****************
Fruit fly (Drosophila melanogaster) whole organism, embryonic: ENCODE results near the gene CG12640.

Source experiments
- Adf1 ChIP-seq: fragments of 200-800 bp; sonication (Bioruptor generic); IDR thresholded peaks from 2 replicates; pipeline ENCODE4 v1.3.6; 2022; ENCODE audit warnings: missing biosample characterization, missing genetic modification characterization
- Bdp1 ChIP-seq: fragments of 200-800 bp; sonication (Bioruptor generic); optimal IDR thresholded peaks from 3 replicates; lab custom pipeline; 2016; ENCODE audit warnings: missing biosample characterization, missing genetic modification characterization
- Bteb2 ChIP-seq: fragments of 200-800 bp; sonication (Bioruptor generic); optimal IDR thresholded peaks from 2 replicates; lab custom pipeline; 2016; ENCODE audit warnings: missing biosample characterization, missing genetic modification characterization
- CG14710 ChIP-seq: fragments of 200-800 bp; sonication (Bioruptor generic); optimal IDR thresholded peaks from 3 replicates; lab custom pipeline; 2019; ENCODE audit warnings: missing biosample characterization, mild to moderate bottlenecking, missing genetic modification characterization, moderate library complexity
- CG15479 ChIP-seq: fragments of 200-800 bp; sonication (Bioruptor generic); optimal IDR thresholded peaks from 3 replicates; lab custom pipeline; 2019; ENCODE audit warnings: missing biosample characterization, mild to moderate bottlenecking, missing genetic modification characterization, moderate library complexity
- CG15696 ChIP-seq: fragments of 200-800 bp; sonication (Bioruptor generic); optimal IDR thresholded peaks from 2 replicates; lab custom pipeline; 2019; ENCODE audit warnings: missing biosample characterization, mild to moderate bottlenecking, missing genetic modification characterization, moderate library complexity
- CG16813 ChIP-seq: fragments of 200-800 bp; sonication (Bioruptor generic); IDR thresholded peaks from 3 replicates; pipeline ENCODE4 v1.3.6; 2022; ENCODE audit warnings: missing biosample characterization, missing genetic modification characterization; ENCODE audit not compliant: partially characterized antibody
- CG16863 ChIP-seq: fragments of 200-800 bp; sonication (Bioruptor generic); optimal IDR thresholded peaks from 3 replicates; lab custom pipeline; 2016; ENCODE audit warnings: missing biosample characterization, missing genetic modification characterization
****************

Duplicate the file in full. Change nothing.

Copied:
Fruit fly (Drosophila melanogaster) whole organism, embryonic: ENCODE results near the gene CG12640.

Source experiments
- Adf1 ChIP-seq: fragments of 200-800 bp; sonication (Bioruptor generic); IDR thresholded peaks from 2 replicates; pipeline ENCODE4 v1.3.6; 2022; ENCODE audit warnings: missing biosample characterization, missing genetic modification characterization
- Bdp1 ChIP-seq: fragments of 200-800 bp; sonication (Bioruptor generic); optimal IDR thresholded peaks from 3 replicates; lab custom pipeline; 2016; ENCODE audit warnings: missing biosample characterization, missing genetic modification characterization
- Bteb2 ChIP-seq: fragments of 200-800 bp; sonication (Bioruptor generic); optimal IDR thresholded peaks from 2 replicates; lab custom pipeline; 2016; ENCODE audit warnings: missing biosample characterization, missing genetic modification characterization
- CG14710 ChIP-seq: fragments of 200-800 bp; sonication (Bioruptor generic); optimal IDR thresholded peaks from 3 replicates; lab custom pipeline; 2019; ENCODE audit warnings: missing biosample characterization, mild to moderate bottlenecking, missing genetic modification characterization, moderate library complexity
- CG15479 ChIP-seq: fragments of 200-800 bp; sonication (Bioruptor generic); optimal IDR thresholded peaks from 3 replicates; lab custom pipeline; 2019; ENCODE audit warnings: missing biosample characterization, mild to moderate bottlenecking, missing genetic modification characterization, moderate library complexity
- CG15696 ChIP-seq: fragments of 200-800 bp; sonication (Bioruptor generic); optimal IDR thresholded peaks from 2 replicates; lab custom pipeline; 2019; ENCODE audit warnings: missing biosample characterization, mild to moderate bottlenecking, missing genetic modification characterization, moderate library complexity
- CG16813 ChIP-seq: fragments of 200-800 bp; sonication (Bioruptor generic); IDR thresholded peaks from 3 replicates; pipeline ENCODE4 v1.3.6; 2022; ENCODE audit warnings: missing biosample characterization, missing genetic modification characterization; ENCODE audit not compliant: partially characterized antibody
- CG16863 ChIP-seq: fragments of 200-800 bp; sonication (Bioruptor generic); optimal IDR thresholded peaks from 3 replicates; lab custom pipeline; 2016; ENCODE audit warnings: missing biosample characterization, missing genetic modification characterization